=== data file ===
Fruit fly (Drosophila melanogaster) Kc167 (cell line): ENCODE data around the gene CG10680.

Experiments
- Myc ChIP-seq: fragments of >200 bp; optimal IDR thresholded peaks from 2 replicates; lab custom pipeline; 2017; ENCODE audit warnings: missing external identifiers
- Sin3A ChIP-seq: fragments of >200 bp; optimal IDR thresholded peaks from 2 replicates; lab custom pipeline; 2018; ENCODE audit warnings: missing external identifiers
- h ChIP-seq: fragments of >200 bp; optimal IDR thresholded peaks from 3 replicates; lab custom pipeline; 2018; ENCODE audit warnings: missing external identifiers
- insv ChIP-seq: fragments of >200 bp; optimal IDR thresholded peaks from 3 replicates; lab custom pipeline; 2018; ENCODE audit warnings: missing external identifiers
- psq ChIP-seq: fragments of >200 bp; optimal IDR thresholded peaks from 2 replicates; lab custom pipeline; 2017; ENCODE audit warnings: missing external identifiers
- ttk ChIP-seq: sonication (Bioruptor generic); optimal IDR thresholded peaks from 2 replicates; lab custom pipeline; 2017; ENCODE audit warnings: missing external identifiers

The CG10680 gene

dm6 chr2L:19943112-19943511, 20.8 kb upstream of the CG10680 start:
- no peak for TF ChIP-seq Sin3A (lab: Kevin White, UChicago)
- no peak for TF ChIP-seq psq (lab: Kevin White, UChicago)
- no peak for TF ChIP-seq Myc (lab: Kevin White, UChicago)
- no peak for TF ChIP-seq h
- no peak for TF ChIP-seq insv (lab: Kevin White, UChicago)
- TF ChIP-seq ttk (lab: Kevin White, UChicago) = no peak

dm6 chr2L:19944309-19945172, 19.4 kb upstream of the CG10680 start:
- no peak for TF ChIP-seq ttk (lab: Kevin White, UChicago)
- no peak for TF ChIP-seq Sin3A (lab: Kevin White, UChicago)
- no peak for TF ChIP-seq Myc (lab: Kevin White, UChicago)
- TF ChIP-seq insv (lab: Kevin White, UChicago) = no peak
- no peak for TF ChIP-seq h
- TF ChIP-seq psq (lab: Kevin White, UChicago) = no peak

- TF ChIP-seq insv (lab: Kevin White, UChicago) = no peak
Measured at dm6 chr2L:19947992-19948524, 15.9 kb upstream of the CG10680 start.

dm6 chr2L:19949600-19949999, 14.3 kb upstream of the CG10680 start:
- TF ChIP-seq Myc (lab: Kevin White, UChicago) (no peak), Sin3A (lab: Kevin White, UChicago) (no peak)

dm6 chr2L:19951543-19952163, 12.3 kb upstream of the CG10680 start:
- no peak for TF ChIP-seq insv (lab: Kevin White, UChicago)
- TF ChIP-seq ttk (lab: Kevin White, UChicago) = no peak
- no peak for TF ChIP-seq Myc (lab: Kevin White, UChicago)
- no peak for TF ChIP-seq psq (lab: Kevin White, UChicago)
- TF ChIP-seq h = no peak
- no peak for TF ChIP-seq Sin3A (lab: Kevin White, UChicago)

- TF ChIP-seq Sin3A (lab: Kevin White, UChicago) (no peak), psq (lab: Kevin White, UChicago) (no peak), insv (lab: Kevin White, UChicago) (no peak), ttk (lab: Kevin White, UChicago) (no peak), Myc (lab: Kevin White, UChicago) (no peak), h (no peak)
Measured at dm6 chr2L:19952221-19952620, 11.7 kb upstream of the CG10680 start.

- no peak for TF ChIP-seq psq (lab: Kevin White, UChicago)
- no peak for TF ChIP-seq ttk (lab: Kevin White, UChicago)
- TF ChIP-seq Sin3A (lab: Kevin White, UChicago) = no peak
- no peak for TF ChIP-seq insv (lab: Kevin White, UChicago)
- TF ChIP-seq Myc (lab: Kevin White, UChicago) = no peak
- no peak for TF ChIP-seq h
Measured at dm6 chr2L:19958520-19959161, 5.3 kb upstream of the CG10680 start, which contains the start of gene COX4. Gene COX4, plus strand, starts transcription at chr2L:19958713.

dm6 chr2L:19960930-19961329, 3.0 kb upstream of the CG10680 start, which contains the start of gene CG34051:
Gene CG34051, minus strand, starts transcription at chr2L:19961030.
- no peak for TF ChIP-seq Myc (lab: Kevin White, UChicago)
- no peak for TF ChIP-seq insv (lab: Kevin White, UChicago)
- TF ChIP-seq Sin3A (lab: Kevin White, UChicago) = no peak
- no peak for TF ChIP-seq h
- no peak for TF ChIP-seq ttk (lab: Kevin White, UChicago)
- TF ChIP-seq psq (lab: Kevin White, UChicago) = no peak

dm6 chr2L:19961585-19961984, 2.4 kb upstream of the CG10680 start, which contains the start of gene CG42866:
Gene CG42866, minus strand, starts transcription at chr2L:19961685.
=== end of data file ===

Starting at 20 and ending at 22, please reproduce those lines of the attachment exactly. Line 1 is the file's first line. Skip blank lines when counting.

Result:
- no peak for TF ChIP-seq Myc (lab: Kevin White, UChicago)
- TF ChIP-seq insv (lab: Kevin White, UChicago) = no peak
- no peak for TF ChIP-seq h